Elevated turnover rates are highly common among the nursing staff due to the specificity of this medical profession. The significant physical and emotional toll, excessive stress, and burnout often prompt performance and adaptation issues, forcing the nurses to leave their occupation after a short period of time (Wei et al., 2020). In this regard, it is necessary to promote change in the nursing environment, positively affecting the employees and ensuring their well-being. A prominent approach that addresses this issue is the use of a nurse leader’s power to increase their influence on the nursing personnel, elevating their resistance to challenges and initiating the process of change.
A nurse leader’s power is a considerable advantage that allows the executive to influence the employees and produce positive outcomes. Professional influence excludes the implementation of excessive force or commands, instead being supported by the leader’s authority and professional competencies (Sundean et al., 2021). In the nursing environment, it is essential for the leader to explore both organizational and inspirational possibilities, using available resources to create better working conditions for the nurses (Adams et al., 2019). Therefore, the complications related to nurse burnout could be successfully addressed using the executive’s powers of authority and communication (Ducharme et al., 2017). By demonstrating professional competence in negating burnout and communicating successful mitigation strategies, the leader can empower the nurses to overcome stress and exhaustion, thus decreasing the negative workplace impact. In addition, it is crucial for the leader to remain proactive, consistently promoting activities that elevate the physical and mental resilience of the employees.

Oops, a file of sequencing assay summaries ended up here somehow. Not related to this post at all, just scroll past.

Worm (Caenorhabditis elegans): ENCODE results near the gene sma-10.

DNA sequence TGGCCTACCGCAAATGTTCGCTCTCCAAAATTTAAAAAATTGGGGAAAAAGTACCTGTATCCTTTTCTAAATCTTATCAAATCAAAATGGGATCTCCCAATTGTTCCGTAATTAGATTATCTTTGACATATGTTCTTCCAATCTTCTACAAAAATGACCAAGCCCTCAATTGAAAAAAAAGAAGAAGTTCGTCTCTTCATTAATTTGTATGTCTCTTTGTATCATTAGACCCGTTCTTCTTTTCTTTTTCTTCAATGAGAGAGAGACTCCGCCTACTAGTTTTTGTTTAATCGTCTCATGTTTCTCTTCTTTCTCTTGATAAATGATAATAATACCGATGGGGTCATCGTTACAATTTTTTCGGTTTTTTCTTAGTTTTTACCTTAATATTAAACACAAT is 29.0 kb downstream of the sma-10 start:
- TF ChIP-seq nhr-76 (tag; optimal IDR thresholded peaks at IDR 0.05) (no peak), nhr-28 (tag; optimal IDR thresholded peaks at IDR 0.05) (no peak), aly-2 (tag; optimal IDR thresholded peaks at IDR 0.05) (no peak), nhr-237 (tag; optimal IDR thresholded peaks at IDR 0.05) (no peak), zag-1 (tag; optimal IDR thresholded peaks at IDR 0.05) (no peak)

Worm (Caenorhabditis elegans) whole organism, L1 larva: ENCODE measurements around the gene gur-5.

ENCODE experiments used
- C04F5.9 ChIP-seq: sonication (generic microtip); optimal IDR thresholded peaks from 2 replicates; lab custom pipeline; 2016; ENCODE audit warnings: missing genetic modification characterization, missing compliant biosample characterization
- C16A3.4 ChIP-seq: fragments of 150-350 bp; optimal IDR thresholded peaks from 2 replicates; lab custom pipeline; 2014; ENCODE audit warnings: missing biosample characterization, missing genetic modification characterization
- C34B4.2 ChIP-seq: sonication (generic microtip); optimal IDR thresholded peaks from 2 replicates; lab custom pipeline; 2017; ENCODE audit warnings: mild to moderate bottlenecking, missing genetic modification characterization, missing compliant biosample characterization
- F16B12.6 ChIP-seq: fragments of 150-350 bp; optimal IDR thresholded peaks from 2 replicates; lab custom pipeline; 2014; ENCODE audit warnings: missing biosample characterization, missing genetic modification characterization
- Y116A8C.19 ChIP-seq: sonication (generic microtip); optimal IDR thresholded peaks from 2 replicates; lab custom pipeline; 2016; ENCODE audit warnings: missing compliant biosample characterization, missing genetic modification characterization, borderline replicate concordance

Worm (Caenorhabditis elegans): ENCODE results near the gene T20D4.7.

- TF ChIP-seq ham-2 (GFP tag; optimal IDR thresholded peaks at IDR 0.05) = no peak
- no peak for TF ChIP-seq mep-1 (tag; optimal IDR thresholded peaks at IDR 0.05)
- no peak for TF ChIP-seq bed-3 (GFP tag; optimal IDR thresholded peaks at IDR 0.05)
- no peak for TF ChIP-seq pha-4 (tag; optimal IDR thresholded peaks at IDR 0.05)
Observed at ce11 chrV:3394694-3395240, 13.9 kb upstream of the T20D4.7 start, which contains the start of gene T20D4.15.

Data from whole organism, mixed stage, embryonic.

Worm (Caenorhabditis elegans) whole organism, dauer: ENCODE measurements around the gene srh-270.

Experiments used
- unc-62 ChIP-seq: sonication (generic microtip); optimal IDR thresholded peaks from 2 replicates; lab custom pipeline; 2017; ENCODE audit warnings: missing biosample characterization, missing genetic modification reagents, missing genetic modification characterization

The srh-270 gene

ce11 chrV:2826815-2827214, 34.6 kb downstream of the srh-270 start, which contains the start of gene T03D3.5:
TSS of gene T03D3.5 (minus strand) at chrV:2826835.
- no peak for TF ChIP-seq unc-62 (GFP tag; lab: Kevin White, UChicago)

During the process of change, the leader is expected to maintain a proper level of influence over the workers, aiding them in adapting to the novel developments. In this regard, the executive’s confidence and commitment become the primary factors that increase the exerted influence and inspire the nurses to improve their working conditions (Sundean et al., 2021). However, such issues as resistance and non-compliance can adversely affect the leader’s influence, consequently compelling the nursing staff to avoid novel behavior and ignore suggested changes (Sundean et al., 2021). Although appropriate exertion of influence through authority and communication rarely leads to such problems, a nurse leader should remain aware of such possibilities, aiming to prevent their occurrence as early as possible.
Adams, A., Hollingsworth, A., & Osman, A. (2019). The implementation of a Cultural Change Toolkit to reduce nursing burnout and mitigate nurse turnover in the emergency department. Journal of Emergency Nursing, 45(4), 452–456.
Ducharme, M., Bernhardt, J., Padula, C., & Adams, J. (2017). Leader influence, the professional practice environment, and nurse engagement in essential nursing practice. The Journal of Nursing Administration, 47(7-8), 367–375.
Sundean, L. J., Han, H. P., Waddell, A., & Adams, J. M. (2021). A concept analysis of influence for nurse leaders. Nursing Outlook, 69(3), 286–292.
Wei, H., King, A., Jiang, Y., Sewell, K. A., & Lake, D. M. (2020). The impact of nurse leadership styles on nurse burnout: A systematic literature review. Nurse Leader, 18(5), 439–450.